Comparisons of categorical predictors across groups 1, 2 and 3 used chi-squared tests. For continuous variables, ANOVA was used to test for overall differences between the 3 groups; pairwise comparisons of continuous outcomes between any two groups were based on t-tests. [28] Multivariable linear regression was used to compare continuous measures (emphysema, fSAD, CT metrics, 6MWD, CAT score, quality of life, FEV1, and FEF25–75) between groups, adjusted for age, sex, race, smoking history (pack-years) and current smoking (yes/no). Multivariable logistic regression was used to compare binary clinical outcomes (emphysema present, fSAD present, chronic bronchitis, mMRC Dyspnea, and medication use) adjusted for the same patient characteristics described above.

Quantile regression models [29] applied to healthy never -smokers estimated the 95th percentile for PRM emphysema and, separately, the 95th percentile for PRM fSAD for a normal patient based on their age, sex, BMI and the scanner used. Hereafter, these estimated 95th percentiles will be used to define the upper limit of normal (ULN) for these PRM measures according to patient/scanner characteristics. Presence of emphysema or fSAD was defined when an individual’s observed PRM emphysema percent or PRM fSAD percent was greater than the estimated ULN for a normal patient with similar patient/scanner characteristics. Sensitivity and specificity of each FEV1/FVC cut-off for identifying individuals with radiographic CT evidence of smoking-related lung disease manifest as either emphysema and/or fSAD were estimated.

Results

We compared the discordant group (Group 1) with ever-smokers with normal spirometry (Group 2) and never-smokers (Group 3). The characteristics of the three groups are shown in Table 1. The discordant group had more male and white participants and was older than the other two groups.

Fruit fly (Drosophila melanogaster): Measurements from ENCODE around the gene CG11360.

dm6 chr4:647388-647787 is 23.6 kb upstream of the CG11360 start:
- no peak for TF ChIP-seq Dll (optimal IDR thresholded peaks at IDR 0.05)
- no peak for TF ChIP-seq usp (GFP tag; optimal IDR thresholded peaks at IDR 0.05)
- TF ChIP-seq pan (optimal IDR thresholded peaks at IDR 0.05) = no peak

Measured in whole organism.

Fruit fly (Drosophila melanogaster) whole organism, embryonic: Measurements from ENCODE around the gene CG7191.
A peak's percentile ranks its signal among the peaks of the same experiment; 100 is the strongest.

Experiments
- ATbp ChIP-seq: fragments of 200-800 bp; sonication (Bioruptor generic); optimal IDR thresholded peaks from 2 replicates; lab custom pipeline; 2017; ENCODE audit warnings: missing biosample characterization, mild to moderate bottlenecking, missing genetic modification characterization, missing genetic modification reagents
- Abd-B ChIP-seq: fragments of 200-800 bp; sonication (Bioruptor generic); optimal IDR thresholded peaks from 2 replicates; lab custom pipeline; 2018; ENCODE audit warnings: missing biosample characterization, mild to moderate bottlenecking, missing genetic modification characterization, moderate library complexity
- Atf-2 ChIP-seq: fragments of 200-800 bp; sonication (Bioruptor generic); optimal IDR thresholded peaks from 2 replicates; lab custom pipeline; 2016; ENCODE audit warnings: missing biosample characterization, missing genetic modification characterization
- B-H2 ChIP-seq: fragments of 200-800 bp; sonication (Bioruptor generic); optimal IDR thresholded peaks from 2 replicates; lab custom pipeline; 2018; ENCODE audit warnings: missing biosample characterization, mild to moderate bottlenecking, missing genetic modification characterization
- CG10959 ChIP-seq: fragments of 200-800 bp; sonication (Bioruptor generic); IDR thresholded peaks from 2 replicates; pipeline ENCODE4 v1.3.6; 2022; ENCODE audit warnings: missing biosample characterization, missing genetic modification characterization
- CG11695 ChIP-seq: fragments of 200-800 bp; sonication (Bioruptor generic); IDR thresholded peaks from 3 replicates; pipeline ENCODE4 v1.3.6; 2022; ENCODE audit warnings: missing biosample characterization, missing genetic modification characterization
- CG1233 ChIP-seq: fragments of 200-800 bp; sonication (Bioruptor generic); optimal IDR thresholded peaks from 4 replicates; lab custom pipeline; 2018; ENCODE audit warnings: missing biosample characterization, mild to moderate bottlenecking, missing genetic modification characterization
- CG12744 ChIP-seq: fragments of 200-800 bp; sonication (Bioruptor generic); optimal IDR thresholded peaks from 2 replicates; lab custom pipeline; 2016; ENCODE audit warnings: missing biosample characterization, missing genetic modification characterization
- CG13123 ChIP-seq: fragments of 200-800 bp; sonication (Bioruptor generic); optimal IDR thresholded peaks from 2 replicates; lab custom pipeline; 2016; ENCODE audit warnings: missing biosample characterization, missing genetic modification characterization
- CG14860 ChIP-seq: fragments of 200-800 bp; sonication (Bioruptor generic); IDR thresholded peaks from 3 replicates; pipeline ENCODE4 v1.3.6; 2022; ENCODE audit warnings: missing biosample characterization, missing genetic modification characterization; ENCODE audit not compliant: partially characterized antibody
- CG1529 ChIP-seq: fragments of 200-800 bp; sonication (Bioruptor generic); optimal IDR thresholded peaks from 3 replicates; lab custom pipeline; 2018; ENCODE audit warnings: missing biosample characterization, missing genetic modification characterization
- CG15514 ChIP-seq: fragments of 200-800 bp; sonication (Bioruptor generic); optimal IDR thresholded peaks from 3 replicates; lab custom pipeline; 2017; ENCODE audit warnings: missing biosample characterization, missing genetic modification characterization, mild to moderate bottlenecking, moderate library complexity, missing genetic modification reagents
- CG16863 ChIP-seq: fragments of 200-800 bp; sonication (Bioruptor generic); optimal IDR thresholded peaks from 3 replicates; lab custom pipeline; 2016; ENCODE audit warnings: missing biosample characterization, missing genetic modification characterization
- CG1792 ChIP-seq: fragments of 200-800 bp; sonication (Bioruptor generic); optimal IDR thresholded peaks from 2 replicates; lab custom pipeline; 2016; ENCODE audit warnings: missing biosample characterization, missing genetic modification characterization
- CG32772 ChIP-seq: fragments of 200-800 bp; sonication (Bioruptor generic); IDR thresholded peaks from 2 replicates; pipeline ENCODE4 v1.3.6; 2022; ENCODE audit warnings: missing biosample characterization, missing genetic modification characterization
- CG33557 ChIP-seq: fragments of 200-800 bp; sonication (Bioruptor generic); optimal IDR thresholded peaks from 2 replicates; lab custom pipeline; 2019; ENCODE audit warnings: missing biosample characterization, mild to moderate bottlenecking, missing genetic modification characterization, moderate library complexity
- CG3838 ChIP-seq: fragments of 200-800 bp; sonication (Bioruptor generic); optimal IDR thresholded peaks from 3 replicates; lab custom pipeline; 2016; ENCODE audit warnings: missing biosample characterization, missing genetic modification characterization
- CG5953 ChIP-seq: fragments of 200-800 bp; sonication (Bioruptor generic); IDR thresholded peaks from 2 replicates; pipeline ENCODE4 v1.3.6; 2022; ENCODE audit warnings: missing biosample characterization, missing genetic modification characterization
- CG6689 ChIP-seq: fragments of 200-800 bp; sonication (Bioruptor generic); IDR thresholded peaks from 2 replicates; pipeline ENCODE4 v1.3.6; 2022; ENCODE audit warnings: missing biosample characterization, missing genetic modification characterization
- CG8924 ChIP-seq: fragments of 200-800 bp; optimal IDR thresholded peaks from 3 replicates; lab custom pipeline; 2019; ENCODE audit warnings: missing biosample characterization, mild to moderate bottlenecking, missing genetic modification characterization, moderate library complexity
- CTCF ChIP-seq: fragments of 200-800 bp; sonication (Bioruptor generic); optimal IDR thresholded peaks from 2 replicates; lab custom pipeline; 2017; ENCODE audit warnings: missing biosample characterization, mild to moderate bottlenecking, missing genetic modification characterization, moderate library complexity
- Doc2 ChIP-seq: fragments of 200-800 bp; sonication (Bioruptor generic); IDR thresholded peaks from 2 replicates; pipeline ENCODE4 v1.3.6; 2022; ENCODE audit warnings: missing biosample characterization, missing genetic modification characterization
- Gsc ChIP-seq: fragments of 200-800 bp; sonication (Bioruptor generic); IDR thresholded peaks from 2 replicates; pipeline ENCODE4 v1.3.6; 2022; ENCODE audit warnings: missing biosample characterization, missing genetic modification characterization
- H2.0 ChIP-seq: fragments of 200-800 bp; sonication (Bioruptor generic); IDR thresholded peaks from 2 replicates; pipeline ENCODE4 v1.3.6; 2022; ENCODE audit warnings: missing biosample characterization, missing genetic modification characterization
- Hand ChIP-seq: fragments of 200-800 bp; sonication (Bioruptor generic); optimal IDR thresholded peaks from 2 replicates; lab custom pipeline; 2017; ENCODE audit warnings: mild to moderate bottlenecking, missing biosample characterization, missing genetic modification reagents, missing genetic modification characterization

Table 1

Baseline characteristics for the three groups

Variable

Group 1

Ever-smokers, Normal FEV1,

\( \frac{\mathrm{FEV}1}{\mathrm{FVC}} \) < 0.7 and > LLN

(Discordant Group) (n = 161)

Group 2

Ever-smokers, Normal FEV1,

\( \frac{\mathrm{FEV}1}{\mathrm{FVC}} \)>  0.7

(n = 940)

Group 3

Never-smokers, Normal FEV1,

\( \frac{\mathrm{FEV}1}{\mathrm{FVC}} \)>  0.7

(n = 190)

P-value

Sex (% male)

70.8%

49.0%

37.9%

< 0.001*

Race (% white)

89.4%

68.2%

70.7%

< 0.001*

Current smoker (%)

32.5%

50.0%

0%

< 0.001*

Age (mean ± SD)

69.3 ± 6.4

60.4 ± 9.7

56.6 ± 10.2

< 0.001

Smoking history in pack-years (mean ± SD)

48.3 ± 22.2

43.1 ± 27.3

Not Applicable

0.0

*Chi-Square test

ANOVA

t-test

Compared with ever-smokers with FEV1/FVC > 0.70 (Group 2), the discordant individuals (Group 1) had lower post-bronchodilator FEV1% predicted (92.1% vs 97.5%, p <  0.001) and reduced FEF25–75% predicted (61.2% vs 102.3%, p <  0.001) (Table 2, Fig. 1). The two groups of ever-smokers did not differ significantly in 6MWD (437.5 vs 437.2 m, p = 0.97), SGRQ (22.5 vs 24.2, p = 0.28), or CAT score (10.7 vs 11.3, p = 0.36). More smokers in the discordant group reported regular use of either inhaled corticosteroids and/or bronchodilators than either ever-smokers with FEV1/FVC > 0.70, Group 2, (34.4% vs. 25.1%, p = 0.01) or never-smokers, Group 3 (3.9%, p <  0.001). Groups 1 and 2 did not differ in the reported incidence of chronic bronchitis or moderate or severe dyspnea indicated by mMRC score ≥ 2. Nor did they differ with respect to FEV1 decline per year, or exacerbations per year (Table 2).
Table 2

Comparison of physiologic and clinical variables between ever-smokers with normal FEV1 and FEV1/FVC > LLN but < 0.70 (“discordant” group), ever-smokers with normal FEV1 and FEV1/FVC > 0.70, and never-smokers with normal FEV1 and FEV1/FVC > 0.70

Clinical Outcome

Group 1